Monday, March 5, 2007

How I’m Gonna “Carry On” and “Make it Work”

You’re probably expecting me to launch into a commentary on the genius of Tim Gunn right about now, hence your confusion over my selected image of Bill Murray and Carol Kane. Well, there will be no Tim Gunn discussion this evening (oh, but wait until he comes to Seattle in April on his book tour—there will be discussion indeed!). No, tonight is about concept, about procedure, and about the importance of television. And it is, by way of reference, a little bit about Scrooged, the world’s most underrated Christmas movie EVER.

Just shy of its two week birthday, TV ON A SCHOOL NIGHT is in its nascent stages, finding its way into the world, post by post, baby step by baby step (for those of you who are really with me on the Bill Murray thing). Despite not having written since last week’s Top Model episode, I have absorbed plenty of television, but a question has been plaguing me: how to broach it all? How to convey that I do watch TV every single day, come hell or high water, even if what I’m watching isn’t current or new? I’ve been in a quandary, wondering exactly what approach to take with this blog. Do I commit myself to every episode of Dancing with the Stars merely because it’s premiering next week (which would cause husband Stu no small amount of pain, misery, heartache, and anguish)? Or, as I’ve been thinking for the past couple of hours since Stu and I had a tiff regarding my possibly watching hours heaped on top of hours of reality programming merely to have material for witty commentary, do I continue my TV watching life as I always have: a Friends rerun here, an E! True Hollywood Story there, here an Oprah, there a Firefly, everywhere a Project Runway.

Here’s where we come to the Scrooged part. Like Bill Murray’s Frank Cross, sad as it may seem to others although bringing nothing but great joy to me, if I think back, many of my favorite memories are founded in reminiscences of television shows: entire chunks of my life gauged by what series I watched religiously, the progression of my life based on what characters I thought I most wanted to be like. Unlike Frank Cross, I need no ghosts to smack me around, tickle me silly, or drive me recklessly through my past to show me how wonderful the life I haven’t paid attention to is and how much I’ve missed. I haven’t missed a single beat. But, every beat has a TV series, movie of the week, breaking news brief, or special Sunday night presentation to go along with it.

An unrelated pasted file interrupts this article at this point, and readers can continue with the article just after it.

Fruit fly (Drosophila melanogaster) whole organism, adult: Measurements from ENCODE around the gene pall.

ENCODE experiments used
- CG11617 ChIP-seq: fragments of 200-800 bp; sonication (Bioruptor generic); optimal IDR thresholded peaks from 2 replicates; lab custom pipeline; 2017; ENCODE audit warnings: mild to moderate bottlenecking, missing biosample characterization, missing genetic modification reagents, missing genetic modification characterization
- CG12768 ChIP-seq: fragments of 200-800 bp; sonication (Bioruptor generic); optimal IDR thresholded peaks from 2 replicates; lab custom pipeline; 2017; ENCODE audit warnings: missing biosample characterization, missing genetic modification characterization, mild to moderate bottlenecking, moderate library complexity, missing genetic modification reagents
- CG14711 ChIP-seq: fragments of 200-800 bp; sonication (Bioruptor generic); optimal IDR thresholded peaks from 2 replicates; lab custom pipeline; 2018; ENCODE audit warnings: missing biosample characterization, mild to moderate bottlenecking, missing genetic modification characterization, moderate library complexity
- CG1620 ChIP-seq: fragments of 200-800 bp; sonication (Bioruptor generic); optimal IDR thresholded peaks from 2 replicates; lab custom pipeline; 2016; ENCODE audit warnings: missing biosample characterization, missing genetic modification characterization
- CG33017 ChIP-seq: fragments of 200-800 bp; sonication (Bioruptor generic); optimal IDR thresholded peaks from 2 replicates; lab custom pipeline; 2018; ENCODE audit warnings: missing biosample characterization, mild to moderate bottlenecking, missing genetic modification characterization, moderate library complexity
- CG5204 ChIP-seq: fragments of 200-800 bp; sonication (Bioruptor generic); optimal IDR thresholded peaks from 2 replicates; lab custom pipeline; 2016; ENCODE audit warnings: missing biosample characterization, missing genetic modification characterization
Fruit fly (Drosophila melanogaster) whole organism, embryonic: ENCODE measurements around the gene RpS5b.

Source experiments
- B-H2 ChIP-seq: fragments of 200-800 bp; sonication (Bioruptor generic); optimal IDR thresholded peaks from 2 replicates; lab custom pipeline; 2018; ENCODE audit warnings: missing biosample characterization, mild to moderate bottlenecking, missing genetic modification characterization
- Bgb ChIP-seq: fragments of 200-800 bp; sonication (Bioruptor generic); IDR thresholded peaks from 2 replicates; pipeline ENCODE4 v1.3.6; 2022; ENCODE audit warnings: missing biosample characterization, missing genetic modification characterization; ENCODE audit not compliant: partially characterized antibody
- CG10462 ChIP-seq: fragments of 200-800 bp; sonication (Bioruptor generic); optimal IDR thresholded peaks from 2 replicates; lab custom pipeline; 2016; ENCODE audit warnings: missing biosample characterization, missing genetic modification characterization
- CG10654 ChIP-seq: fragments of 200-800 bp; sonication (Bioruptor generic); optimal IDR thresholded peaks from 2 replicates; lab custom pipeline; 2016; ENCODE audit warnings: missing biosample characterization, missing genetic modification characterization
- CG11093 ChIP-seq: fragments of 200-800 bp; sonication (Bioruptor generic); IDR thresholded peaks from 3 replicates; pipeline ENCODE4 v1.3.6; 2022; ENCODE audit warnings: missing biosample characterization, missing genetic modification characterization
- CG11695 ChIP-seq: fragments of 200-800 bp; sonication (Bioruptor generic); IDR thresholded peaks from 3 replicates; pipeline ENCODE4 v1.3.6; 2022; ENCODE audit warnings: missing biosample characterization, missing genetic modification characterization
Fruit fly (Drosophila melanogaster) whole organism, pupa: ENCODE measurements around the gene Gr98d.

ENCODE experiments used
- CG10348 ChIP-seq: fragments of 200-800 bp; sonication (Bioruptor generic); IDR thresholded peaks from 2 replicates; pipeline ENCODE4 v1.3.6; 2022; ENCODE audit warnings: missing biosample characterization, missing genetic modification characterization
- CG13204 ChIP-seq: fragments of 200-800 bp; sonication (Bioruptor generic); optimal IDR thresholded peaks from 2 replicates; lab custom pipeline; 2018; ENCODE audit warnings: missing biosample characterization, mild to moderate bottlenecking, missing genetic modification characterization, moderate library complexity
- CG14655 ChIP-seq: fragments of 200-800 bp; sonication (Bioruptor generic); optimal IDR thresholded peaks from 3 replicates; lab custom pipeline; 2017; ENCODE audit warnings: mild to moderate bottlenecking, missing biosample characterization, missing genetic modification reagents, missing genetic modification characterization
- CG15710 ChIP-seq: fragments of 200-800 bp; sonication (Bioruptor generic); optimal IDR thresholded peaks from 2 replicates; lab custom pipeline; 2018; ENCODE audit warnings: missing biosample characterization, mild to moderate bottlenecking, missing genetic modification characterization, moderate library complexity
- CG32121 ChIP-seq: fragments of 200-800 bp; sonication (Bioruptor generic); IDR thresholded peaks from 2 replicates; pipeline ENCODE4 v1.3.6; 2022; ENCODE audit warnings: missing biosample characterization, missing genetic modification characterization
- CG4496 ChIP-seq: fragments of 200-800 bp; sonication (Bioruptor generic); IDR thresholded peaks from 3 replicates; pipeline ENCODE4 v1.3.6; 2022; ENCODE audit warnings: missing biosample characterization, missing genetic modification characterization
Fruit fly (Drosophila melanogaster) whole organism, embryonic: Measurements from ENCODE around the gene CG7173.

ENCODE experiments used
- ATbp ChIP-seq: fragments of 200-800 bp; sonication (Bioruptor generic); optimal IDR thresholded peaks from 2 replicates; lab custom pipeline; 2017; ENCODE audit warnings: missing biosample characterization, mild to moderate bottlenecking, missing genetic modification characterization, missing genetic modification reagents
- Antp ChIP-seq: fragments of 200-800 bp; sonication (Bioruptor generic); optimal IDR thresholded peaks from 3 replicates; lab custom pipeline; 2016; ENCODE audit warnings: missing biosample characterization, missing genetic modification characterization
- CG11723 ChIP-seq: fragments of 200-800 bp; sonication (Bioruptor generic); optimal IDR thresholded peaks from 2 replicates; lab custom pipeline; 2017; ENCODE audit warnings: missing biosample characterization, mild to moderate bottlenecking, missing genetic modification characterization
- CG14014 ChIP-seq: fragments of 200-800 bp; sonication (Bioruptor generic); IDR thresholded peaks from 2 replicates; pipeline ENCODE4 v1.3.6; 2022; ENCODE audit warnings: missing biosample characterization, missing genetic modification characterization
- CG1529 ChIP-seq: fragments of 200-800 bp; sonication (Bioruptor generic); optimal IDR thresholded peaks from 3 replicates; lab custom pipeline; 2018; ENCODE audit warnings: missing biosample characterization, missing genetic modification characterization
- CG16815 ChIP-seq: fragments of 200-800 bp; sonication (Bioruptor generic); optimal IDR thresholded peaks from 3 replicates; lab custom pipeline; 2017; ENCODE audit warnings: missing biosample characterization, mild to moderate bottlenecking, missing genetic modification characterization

I realized the magnitude of this the other day when I was pondering television’s role in my life. This is where I bring the room down for a moment: my father passed away when I was twenty-two and while now, fourteen years later, much of my memory of the days surrounding his death are a bit blurry, one thing is not. On the day of his funeral, devastated as I was (and make no mistake, I was devastated) I still thought to myself that it was a Wednesday and I wished that everyone would leave our house in time for me to watch Beverly Hills 90210. When no one had left by 8pm, Eastern Standard Time, I hid myself away in my parents’ bedroom to spend some time with the Walshes. Was I so shallow and callous and unfeeling that television was more important than mourning my father’s death? No, but my need for it ran deeper than anything else I was feeling by the end of that day. I didn’t want to be with anyone but Brandon, Brenda, Kelly, Dylan, Donna and David (I’d mention Andrea, but did anyone really want to be with her?). Sometimes watching television feels to me like the relief a cutter must feel when the blade finally penetrates the skin. There’s a rush of relief, a calm that only certain things can bring. For some, it's a knife, or heroin, or a pint of Ben & Jerry’s (yeah, that one’s pretty good too).

For me, it’s TV. I need it every day. I don’t care if it’s a morning talk show; I don’t care if it’s a drama on a DVD that just arrived from Netflix; I don’t care if it’s a ten day old sitcom episode in danger of being deleted by TIVO; I don't care if it's a show I'm watching cuz I can't find anything else to watch. I have to watch something every day and I have to watch television all week long and what I’m trying to say here is that I don’t necessarily watch the same thing on the same day at the same time. It’s a bit random, and until I decide that doesn’t work, that’s how this blog will work. I’m gonna watch something every day, and I’m gonna write about it almost every day, cuz as my sister asked recently after she read the last of my rather lengthy posts, “don’t you have a day job?” Yeah, I do, and I’m gonna attempt not to get fired from it.

But I’m also gonna try to write about as much television as possible.

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